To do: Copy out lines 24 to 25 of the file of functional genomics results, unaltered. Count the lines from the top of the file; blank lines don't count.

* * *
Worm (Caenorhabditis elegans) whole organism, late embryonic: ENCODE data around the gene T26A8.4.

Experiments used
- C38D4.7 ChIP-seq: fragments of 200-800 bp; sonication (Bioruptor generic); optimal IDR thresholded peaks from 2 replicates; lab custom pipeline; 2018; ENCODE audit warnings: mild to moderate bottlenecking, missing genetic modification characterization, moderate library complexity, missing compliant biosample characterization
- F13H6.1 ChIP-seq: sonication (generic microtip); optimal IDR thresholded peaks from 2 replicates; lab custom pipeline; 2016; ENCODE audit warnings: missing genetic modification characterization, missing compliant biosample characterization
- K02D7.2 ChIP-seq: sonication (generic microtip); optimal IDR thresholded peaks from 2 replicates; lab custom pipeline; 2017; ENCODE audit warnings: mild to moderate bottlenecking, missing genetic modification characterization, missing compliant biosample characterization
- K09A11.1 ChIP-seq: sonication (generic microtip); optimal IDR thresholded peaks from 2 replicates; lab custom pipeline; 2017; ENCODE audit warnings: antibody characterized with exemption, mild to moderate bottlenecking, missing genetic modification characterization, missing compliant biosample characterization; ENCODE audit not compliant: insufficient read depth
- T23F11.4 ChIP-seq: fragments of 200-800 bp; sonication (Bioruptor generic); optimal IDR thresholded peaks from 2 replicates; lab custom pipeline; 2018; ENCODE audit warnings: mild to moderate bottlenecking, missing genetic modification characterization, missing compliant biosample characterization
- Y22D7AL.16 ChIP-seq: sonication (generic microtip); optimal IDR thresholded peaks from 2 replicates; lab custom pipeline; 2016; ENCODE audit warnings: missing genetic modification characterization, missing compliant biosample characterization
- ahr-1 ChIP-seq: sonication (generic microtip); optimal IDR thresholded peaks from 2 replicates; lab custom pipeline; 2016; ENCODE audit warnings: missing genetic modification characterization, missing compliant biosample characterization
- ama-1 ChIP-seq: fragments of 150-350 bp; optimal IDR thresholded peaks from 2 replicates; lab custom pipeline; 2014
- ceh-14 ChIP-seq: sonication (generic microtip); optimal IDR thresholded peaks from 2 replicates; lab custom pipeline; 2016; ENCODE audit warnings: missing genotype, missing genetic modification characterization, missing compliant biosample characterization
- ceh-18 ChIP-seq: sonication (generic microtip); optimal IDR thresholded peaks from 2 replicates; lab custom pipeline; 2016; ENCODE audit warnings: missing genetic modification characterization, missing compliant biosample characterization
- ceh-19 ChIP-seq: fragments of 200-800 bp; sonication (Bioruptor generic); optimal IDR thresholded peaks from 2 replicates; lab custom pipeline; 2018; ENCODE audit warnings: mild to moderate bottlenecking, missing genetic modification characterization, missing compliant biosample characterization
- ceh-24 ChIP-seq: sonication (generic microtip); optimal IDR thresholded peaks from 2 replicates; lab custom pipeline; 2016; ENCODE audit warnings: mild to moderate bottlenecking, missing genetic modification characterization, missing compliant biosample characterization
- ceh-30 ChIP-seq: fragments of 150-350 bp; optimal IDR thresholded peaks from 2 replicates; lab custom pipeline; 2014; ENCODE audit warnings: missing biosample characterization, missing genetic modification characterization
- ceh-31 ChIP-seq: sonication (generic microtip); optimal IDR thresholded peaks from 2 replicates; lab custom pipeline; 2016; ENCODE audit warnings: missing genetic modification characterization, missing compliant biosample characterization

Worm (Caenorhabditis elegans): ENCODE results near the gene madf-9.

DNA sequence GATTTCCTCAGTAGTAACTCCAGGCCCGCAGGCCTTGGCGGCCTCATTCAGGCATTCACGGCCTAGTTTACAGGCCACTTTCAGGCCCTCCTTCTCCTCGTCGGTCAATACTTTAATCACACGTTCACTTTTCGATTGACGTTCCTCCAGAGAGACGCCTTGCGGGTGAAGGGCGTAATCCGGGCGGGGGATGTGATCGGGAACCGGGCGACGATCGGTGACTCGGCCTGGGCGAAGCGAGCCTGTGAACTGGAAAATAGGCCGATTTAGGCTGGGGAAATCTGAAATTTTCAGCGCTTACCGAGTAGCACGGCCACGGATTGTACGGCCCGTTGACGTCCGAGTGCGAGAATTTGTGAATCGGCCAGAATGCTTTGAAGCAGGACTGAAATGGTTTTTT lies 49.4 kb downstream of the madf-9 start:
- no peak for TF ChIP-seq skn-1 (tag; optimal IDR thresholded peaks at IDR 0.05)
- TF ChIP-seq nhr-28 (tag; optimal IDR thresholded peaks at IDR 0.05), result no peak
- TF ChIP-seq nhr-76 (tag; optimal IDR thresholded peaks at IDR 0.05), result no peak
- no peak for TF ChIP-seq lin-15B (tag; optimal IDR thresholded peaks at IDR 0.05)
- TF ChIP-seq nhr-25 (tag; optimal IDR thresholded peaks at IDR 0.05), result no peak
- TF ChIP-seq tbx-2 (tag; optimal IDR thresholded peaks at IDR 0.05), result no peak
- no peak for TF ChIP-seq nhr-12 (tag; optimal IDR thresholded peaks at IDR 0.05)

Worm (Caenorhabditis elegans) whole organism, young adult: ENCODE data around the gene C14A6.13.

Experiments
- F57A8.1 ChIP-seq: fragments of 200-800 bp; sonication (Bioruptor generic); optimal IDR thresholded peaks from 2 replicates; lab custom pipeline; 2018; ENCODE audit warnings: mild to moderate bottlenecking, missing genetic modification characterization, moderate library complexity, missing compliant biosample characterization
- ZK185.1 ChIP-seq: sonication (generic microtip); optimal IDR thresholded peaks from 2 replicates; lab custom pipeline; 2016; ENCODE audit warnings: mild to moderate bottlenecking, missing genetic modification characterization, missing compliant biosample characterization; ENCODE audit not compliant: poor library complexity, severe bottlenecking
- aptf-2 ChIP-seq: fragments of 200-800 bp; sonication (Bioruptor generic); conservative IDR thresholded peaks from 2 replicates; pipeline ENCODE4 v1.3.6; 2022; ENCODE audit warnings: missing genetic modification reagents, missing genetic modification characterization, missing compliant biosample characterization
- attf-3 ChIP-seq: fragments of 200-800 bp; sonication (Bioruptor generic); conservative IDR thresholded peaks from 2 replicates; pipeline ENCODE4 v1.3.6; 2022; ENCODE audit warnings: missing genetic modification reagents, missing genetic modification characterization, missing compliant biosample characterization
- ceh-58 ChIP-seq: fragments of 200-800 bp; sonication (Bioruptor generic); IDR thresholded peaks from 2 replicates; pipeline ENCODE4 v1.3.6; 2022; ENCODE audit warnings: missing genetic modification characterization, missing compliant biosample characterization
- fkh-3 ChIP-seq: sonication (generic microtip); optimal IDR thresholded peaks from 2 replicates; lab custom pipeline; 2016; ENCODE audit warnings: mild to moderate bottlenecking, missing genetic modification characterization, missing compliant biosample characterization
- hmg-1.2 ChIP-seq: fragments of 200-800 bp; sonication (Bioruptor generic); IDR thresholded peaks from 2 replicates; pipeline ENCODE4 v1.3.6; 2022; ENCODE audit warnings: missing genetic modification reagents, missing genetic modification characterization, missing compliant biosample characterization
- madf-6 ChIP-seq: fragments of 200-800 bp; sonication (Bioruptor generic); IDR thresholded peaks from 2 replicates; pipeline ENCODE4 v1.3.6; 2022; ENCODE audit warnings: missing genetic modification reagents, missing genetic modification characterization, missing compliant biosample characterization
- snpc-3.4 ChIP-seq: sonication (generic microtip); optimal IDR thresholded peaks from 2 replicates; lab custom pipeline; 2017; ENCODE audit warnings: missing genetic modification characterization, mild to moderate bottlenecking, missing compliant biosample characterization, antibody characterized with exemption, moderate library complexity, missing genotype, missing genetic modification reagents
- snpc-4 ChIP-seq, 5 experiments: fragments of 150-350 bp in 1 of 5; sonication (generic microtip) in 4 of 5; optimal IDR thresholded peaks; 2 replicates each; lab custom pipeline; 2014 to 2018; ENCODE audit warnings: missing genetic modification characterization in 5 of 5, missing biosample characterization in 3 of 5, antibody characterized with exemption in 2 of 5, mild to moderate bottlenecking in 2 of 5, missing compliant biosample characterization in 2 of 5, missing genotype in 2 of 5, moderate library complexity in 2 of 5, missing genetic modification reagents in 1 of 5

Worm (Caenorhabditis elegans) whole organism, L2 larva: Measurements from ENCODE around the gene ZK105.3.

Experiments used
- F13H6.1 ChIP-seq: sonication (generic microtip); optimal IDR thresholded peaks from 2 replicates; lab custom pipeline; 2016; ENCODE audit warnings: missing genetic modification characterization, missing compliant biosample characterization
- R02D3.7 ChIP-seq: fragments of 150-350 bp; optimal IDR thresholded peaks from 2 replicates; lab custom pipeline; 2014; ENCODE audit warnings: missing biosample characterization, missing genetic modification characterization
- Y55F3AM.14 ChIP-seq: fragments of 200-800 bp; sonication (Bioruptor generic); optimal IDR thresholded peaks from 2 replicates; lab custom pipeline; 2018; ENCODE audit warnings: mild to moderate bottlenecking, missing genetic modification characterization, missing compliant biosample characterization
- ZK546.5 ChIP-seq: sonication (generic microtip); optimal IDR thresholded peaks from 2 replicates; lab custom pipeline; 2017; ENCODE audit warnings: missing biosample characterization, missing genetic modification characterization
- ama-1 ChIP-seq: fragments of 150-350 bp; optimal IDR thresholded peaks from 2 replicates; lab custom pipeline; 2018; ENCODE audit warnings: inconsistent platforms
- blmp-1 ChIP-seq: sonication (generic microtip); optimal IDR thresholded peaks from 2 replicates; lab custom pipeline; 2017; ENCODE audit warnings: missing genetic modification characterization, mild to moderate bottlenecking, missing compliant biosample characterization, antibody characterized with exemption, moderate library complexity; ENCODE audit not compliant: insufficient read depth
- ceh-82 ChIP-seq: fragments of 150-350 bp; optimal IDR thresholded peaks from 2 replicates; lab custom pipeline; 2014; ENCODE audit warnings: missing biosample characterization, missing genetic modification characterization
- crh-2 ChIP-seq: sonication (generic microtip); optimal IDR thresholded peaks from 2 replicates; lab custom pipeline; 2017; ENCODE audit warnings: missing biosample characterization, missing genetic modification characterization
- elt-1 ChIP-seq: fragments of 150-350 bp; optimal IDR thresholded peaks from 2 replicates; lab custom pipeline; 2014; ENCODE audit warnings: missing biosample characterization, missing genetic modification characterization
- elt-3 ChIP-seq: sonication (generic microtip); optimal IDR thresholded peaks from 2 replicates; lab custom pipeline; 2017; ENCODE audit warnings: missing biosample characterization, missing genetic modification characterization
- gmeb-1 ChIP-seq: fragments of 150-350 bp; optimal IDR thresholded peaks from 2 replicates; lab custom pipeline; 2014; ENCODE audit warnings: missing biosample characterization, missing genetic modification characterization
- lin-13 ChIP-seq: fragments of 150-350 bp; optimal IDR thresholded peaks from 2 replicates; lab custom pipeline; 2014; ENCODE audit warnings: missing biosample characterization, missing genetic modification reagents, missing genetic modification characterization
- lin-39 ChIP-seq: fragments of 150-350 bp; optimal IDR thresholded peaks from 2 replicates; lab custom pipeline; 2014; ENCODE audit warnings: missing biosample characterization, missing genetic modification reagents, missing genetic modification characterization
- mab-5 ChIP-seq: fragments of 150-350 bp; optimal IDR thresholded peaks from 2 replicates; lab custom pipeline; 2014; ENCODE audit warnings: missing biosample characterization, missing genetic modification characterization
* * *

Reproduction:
- TF ChIP-seq tbx-2 (tag; optimal IDR thresholded peaks at IDR 0.05), result no peak
- no peak for TF ChIP-seq nhr-12 (tag; optimal IDR thresholded peaks at IDR 0.05)